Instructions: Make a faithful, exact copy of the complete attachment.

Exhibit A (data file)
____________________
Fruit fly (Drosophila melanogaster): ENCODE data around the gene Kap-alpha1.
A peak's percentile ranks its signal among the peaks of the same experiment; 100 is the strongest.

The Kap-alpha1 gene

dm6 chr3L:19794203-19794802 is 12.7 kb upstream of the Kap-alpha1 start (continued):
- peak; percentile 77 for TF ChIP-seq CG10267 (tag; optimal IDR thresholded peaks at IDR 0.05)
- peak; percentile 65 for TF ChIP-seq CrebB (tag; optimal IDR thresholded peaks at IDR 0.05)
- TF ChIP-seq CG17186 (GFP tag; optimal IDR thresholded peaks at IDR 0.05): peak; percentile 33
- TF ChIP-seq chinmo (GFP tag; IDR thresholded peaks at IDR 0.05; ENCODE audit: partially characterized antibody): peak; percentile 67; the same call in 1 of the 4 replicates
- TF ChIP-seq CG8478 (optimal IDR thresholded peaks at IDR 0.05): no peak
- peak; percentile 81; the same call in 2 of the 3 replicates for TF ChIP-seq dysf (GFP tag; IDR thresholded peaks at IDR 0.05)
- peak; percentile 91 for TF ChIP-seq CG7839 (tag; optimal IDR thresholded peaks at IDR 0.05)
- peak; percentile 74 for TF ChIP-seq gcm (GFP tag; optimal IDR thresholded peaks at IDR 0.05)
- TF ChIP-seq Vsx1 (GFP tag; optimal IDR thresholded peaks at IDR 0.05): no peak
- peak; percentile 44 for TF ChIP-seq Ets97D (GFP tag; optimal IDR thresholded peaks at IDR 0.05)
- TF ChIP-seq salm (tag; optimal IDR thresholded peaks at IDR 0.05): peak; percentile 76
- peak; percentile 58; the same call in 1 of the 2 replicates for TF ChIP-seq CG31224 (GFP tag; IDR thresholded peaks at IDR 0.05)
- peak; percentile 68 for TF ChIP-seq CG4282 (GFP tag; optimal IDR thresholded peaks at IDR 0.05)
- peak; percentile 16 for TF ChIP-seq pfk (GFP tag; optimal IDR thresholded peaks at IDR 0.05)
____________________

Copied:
Fruit fly (Drosophila melanogaster): ENCODE data around the gene Kap-alpha1.
A peak's percentile ranks its signal among the peaks of the same experiment; 100 is the strongest.

The Kap-alpha1 gene

dm6 chr3L:19794203-19794802 is 12.7 kb upstream of the Kap-alpha1 start (continued):
- peak; percentile 77 for TF ChIP-seq CG10267 (tag; optimal IDR thresholded peaks at IDR 0.05)
- peak; percentile 65 for TF ChIP-seq CrebB (tag; optimal IDR thresholded peaks at IDR 0.05)
- TF ChIP-seq CG17186 (GFP tag; optimal IDR thresholded peaks at IDR 0.05): peak; percentile 33
- TF ChIP-seq chinmo (GFP tag; IDR thresholded peaks at IDR 0.05; ENCODE audit: partially characterized antibody): peak; percentile 67; the same call in 1 of the 4 replicates
- TF ChIP-seq CG8478 (optimal IDR thresholded peaks at IDR 0.05): no peak
- peak; percentile 81; the same call in 2 of the 3 replicates for TF ChIP-seq dysf (GFP tag; IDR thresholded peaks at IDR 0.05)
- peak; percentile 91 for TF ChIP-seq CG7839 (tag; optimal IDR thresholded peaks at IDR 0.05)
- peak; percentile 74 for TF ChIP-seq gcm (GFP tag; optimal IDR thresholded peaks at IDR 0.05)
- TF ChIP-seq Vsx1 (GFP tag; optimal IDR thresholded peaks at IDR 0.05): no peak
- peak; percentile 44 for TF ChIP-seq Ets97D (GFP tag; optimal IDR thresholded peaks at IDR 0.05)
- TF ChIP-seq salm (tag; optimal IDR thresholded peaks at IDR 0.05): peak; percentile 76
- peak; percentile 58; the same call in 1 of the 2 replicates for TF ChIP-seq CG31224 (GFP tag; IDR thresholded peaks at IDR 0.05)
- peak; percentile 68 for TF ChIP-seq CG4282 (GFP tag; optimal IDR thresholded peaks at IDR 0.05)
- peak; percentile 16 for TF ChIP-seq pfk (GFP tag; optimal IDR thresholded peaks at IDR 0.05)